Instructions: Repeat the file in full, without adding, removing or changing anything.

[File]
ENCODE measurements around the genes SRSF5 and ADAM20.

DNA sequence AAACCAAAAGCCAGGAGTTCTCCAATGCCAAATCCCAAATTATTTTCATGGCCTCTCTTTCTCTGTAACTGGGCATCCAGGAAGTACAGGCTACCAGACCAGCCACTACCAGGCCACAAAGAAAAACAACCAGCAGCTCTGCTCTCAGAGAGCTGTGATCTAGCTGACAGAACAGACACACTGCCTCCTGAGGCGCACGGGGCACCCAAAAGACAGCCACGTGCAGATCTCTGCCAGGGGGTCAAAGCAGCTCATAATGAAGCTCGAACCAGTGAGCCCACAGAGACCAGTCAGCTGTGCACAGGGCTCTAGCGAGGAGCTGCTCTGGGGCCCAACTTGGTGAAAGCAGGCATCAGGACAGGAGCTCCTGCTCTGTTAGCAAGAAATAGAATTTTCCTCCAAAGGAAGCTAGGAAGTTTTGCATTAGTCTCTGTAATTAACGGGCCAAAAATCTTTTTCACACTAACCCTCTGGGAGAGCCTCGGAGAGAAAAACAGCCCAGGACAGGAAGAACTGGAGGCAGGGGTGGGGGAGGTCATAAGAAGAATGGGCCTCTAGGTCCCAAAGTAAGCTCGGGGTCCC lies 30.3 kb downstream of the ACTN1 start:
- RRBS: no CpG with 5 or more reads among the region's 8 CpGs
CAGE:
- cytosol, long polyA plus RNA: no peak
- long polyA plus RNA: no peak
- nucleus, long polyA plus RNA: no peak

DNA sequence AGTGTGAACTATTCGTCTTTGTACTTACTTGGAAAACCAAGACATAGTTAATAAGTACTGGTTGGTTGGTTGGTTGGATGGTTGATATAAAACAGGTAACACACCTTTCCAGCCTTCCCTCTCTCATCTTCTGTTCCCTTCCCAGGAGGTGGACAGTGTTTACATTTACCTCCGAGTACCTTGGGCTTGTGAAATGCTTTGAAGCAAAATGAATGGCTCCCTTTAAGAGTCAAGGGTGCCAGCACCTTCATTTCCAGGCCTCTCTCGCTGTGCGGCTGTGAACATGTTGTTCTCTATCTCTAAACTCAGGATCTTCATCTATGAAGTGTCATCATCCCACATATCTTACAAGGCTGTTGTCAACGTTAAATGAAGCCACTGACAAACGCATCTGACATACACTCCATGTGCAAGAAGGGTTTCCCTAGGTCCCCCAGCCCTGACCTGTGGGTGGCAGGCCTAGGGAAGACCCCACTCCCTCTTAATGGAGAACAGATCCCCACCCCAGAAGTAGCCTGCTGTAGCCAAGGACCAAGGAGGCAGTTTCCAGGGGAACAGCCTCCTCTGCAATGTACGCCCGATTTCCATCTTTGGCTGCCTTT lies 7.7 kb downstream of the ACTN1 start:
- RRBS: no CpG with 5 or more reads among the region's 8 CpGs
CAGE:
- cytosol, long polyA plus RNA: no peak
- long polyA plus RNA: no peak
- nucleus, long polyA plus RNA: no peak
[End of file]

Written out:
ENCODE measurements around the genes SRSF5 and ADAM20.

DNA sequence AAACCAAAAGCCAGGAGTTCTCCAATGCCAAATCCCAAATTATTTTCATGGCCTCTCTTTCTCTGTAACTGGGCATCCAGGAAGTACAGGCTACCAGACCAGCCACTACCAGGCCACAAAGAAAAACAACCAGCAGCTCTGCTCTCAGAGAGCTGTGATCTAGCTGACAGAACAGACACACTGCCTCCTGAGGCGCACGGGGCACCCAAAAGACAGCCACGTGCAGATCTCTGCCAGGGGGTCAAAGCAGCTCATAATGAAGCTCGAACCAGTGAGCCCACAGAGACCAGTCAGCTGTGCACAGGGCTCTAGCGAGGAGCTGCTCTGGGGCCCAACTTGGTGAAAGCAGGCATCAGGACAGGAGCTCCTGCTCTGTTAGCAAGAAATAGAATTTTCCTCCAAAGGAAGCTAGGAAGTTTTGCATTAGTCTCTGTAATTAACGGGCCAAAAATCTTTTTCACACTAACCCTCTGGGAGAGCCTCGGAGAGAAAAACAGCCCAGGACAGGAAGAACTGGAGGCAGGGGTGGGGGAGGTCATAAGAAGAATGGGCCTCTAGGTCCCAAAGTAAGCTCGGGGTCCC lies 30.3 kb downstream of the ACTN1 start:
- RRBS: no CpG with 5 or more reads among the region's 8 CpGs
CAGE:
- cytosol, long polyA plus RNA: no peak
- long polyA plus RNA: no peak
- nucleus, long polyA plus RNA: no peak

DNA sequence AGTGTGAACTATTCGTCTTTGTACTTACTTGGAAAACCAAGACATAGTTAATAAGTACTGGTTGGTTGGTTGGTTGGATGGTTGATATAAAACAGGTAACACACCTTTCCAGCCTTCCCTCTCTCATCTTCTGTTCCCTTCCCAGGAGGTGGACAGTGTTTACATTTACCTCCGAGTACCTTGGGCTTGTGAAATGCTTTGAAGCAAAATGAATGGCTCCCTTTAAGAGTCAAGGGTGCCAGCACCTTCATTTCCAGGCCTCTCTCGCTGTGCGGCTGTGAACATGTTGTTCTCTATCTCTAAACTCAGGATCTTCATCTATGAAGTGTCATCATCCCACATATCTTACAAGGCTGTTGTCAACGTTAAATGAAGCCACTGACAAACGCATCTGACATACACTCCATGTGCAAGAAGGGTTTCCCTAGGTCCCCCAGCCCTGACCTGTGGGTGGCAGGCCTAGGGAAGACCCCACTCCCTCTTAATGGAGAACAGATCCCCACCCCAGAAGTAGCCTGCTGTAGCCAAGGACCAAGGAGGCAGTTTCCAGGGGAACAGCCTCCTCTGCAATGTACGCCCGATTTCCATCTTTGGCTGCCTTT lies 7.7 kb downstream of the ACTN1 start:
- RRBS: no CpG with 5 or more reads among the region's 8 CpGs
CAGE:
- cytosol, long polyA plus RNA: no peak
- long polyA plus RNA: no peak
- nucleus, long polyA plus RNA: no peak